Johnson-McFarlane, we’re going make you a star. An Energy Star, that is.
The University of Denver’s three-year overhaul and energy upgrade at Johnson-McFarlane residence hall — commonly known as J-Mac — has earned the Environmental Protection Agency’s Energy Star certification, placing the facility in the top 25 percent of college residence halls nationwide.
Buildings that earn the certification typically use an average of 35 percent less energy and release 35 percent less carbon dioxide.
“Through this achievement, we have demonstrated our commitment to environmental sustainability while also lowering energy costs,” says Christy Cerrone, assistant director and sustainability coordinator for DU Housing and Residential Education.
DU Energy Engineer Tom McGee says the award is the culmination of years of work.
As the hall was renovated, McGee says, DU looked for ways to include the best products available and to leverage rebates and other special programs. At every turn, conservation was a major goal as DU moves forward to its goal of becoming carbon neutral, McGee says.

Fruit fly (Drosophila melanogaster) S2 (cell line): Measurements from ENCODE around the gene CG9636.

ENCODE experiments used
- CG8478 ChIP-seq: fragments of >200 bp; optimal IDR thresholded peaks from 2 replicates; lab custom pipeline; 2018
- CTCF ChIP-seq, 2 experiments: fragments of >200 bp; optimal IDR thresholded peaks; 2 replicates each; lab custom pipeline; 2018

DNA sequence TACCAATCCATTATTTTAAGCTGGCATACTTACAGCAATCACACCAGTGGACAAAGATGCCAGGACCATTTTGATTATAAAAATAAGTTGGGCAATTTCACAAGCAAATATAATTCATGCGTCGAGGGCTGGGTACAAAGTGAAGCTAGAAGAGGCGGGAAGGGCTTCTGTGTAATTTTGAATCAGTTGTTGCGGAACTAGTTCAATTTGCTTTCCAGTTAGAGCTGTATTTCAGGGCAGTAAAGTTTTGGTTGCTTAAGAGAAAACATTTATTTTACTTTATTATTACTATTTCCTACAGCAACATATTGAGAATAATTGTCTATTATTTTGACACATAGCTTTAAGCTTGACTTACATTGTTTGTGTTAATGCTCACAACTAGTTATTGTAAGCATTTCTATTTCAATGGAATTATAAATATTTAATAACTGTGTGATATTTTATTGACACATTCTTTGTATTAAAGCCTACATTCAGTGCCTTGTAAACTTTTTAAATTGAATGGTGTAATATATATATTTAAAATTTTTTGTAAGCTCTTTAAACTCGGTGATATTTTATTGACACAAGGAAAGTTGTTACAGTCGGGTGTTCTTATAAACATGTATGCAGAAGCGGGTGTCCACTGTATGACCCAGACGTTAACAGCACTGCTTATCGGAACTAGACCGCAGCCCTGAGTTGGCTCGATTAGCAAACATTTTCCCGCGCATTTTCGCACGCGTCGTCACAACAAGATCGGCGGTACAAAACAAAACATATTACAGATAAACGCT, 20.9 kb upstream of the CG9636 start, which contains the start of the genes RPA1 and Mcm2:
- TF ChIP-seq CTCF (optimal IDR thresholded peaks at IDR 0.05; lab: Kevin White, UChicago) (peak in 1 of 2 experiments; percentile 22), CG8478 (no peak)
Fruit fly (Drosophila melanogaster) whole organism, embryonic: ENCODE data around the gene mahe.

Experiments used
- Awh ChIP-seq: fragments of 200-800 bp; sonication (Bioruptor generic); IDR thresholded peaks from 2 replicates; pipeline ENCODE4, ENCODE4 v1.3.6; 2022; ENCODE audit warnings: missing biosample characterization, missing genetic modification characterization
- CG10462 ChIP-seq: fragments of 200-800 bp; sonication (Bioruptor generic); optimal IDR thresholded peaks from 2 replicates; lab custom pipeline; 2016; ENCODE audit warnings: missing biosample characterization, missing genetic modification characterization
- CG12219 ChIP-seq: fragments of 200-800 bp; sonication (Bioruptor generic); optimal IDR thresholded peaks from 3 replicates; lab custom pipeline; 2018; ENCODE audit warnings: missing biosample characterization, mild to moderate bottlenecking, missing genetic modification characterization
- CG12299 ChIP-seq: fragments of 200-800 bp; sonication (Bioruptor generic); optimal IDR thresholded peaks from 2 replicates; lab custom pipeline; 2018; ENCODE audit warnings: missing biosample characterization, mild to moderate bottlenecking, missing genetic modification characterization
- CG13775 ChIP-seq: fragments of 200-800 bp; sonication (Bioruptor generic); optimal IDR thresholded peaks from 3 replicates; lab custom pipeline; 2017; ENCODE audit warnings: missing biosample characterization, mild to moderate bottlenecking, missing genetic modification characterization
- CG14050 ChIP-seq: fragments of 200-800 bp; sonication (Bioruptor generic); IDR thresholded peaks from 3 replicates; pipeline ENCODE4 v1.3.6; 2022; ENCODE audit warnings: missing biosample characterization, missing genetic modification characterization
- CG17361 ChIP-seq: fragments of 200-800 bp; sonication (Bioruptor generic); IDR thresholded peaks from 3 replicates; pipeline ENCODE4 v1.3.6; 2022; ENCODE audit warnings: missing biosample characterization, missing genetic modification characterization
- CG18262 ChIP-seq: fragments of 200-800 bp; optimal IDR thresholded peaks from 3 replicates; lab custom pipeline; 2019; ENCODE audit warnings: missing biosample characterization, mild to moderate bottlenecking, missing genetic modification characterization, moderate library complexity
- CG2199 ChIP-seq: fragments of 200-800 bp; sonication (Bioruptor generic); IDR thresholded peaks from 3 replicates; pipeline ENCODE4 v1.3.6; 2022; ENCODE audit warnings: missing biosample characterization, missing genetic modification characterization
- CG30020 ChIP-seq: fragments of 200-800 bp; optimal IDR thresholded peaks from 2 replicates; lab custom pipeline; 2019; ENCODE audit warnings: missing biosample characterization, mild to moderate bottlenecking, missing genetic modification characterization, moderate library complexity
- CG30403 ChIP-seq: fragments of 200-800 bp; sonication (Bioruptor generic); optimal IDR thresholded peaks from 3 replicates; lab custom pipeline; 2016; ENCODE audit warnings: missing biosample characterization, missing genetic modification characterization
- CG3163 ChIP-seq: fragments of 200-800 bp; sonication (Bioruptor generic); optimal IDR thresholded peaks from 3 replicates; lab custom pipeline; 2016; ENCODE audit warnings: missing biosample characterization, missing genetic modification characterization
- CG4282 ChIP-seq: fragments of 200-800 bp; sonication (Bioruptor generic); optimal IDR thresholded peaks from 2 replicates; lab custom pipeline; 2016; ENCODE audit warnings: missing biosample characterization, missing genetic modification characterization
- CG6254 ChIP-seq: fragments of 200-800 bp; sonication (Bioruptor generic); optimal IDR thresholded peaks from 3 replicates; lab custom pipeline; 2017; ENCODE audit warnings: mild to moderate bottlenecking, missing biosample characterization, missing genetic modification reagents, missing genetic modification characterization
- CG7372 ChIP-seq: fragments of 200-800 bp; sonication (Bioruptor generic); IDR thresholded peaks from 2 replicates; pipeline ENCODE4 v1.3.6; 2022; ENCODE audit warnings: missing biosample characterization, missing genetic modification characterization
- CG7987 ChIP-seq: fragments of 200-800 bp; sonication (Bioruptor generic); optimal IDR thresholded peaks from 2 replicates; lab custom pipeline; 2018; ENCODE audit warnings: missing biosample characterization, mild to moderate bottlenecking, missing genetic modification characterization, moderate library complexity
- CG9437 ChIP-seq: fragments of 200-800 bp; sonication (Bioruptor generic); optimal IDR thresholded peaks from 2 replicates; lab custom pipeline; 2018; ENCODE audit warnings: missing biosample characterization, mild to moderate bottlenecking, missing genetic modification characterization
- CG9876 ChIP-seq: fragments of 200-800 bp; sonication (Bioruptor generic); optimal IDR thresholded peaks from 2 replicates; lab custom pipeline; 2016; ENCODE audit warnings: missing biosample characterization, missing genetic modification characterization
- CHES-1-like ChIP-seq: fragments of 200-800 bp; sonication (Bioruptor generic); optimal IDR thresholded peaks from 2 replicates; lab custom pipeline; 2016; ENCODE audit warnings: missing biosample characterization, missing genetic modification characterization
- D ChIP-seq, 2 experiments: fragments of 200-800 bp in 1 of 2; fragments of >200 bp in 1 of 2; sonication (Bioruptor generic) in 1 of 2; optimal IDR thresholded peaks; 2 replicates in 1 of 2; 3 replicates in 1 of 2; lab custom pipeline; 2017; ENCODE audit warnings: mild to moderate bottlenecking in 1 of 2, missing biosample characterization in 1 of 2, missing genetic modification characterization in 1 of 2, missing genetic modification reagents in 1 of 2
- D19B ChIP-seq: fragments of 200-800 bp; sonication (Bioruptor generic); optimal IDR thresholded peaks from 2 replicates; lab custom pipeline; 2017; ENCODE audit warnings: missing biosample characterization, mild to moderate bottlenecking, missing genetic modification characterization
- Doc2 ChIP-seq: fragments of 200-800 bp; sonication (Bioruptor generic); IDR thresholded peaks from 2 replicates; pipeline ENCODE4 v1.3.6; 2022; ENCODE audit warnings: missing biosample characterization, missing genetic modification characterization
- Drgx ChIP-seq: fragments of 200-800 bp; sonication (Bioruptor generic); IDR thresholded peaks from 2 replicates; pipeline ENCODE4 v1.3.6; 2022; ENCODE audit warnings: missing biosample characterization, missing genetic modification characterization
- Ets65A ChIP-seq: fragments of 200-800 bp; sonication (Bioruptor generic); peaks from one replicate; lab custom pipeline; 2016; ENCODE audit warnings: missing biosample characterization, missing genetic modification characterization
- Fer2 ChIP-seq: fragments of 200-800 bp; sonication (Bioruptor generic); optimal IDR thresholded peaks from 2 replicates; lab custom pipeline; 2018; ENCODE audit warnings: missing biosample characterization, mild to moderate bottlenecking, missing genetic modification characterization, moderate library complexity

“Energy conservation is where you want to start and do everything you can,” McGee says. “Efficiency is a key.”
The University replaced existing windows with better insulated windows, upgraded the heating system, installed more efficient hot water exchangers, upgraded lighting and painted the roof white to better reflect summertime sun.
While DU is home to several LEED gold-standard buildings, the Energy Star program looks at internal efficiency rather than building standards. It’s a different standard, and McGee says that some buildings built to LEED standards might not qualify for Energy Star certification.
The EPA Energy Star program measures buildings against similar facilities nationwide. The program was instituted in 1992 as a voluntary partnership to reduce greenhouse gas emissions through energy efficiency.